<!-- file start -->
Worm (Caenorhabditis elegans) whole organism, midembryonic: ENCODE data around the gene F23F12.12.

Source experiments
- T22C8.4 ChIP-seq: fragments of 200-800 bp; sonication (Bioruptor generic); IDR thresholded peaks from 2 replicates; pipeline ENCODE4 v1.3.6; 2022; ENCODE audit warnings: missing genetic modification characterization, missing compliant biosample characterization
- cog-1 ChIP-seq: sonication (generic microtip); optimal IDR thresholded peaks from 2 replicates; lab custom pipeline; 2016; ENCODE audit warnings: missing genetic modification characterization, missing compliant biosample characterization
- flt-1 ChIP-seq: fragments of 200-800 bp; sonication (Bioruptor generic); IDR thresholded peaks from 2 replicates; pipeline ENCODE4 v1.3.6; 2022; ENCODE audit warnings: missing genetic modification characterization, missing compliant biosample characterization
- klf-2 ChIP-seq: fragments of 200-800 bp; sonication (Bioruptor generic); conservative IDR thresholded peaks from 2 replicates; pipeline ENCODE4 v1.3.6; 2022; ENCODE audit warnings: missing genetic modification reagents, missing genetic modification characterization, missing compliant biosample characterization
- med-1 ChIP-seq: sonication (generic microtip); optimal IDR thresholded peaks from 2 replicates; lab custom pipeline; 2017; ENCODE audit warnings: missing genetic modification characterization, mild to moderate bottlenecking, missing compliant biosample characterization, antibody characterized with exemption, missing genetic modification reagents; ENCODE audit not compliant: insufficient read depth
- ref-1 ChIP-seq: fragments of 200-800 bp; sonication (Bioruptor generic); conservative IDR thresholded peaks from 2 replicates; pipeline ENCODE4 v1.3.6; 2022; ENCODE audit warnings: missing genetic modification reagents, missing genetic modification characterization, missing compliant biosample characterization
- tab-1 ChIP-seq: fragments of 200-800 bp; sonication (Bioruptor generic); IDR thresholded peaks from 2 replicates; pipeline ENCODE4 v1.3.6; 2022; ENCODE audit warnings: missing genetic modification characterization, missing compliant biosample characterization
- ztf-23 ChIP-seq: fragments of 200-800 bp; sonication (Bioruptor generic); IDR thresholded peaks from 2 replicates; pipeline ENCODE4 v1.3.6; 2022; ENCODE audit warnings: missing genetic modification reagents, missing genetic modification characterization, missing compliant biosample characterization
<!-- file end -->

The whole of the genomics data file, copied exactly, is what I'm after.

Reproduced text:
Worm (Caenorhabditis elegans) whole organism, midembryonic: ENCODE data around the gene F23F12.12.

Source experiments
- T22C8.4 ChIP-seq: fragments of 200-800 bp; sonication (Bioruptor generic); IDR thresholded peaks from 2 replicates; pipeline ENCODE4 v1.3.6; 2022; ENCODE audit warnings: missing genetic modification characterization, missing compliant biosample characterization
- cog-1 ChIP-seq: sonication (generic microtip); optimal IDR thresholded peaks from 2 replicates; lab custom pipeline; 2016; ENCODE audit warnings: missing genetic modification characterization, missing compliant biosample characterization
- flt-1 ChIP-seq: fragments of 200-800 bp; sonication (Bioruptor generic); IDR thresholded peaks from 2 replicates; pipeline ENCODE4 v1.3.6; 2022; ENCODE audit warnings: missing genetic modification characterization, missing compliant biosample characterization
- klf-2 ChIP-seq: fragments of 200-800 bp; sonication (Bioruptor generic); conservative IDR thresholded peaks from 2 replicates; pipeline ENCODE4 v1.3.6; 2022; ENCODE audit warnings: missing genetic modification reagents, missing genetic modification characterization, missing compliant biosample characterization
- med-1 ChIP-seq: sonication (generic microtip); optimal IDR thresholded peaks from 2 replicates; lab custom pipeline; 2017; ENCODE audit warnings: missing genetic modification characterization, mild to moderate bottlenecking, missing compliant biosample characterization, antibody characterized with exemption, missing genetic modification reagents; ENCODE audit not compliant: insufficient read depth
- ref-1 ChIP-seq: fragments of 200-800 bp; sonication (Bioruptor generic); conservative IDR thresholded peaks from 2 replicates; pipeline ENCODE4 v1.3.6; 2022; ENCODE audit warnings: missing genetic modification reagents, missing genetic modification characterization, missing compliant biosample characterization
- tab-1 ChIP-seq: fragments of 200-800 bp; sonication (Bioruptor generic); IDR thresholded peaks from 2 replicates; pipeline ENCODE4 v1.3.6; 2022; ENCODE audit warnings: missing genetic modification characterization, missing compliant biosample characterization
- ztf-23 ChIP-seq: fragments of 200-800 bp; sonication (Bioruptor generic); IDR thresholded peaks from 2 replicates; pipeline ENCODE4 v1.3.6; 2022; ENCODE audit warnings: missing genetic modification reagents, missing genetic modification characterization, missing compliant biosample characterization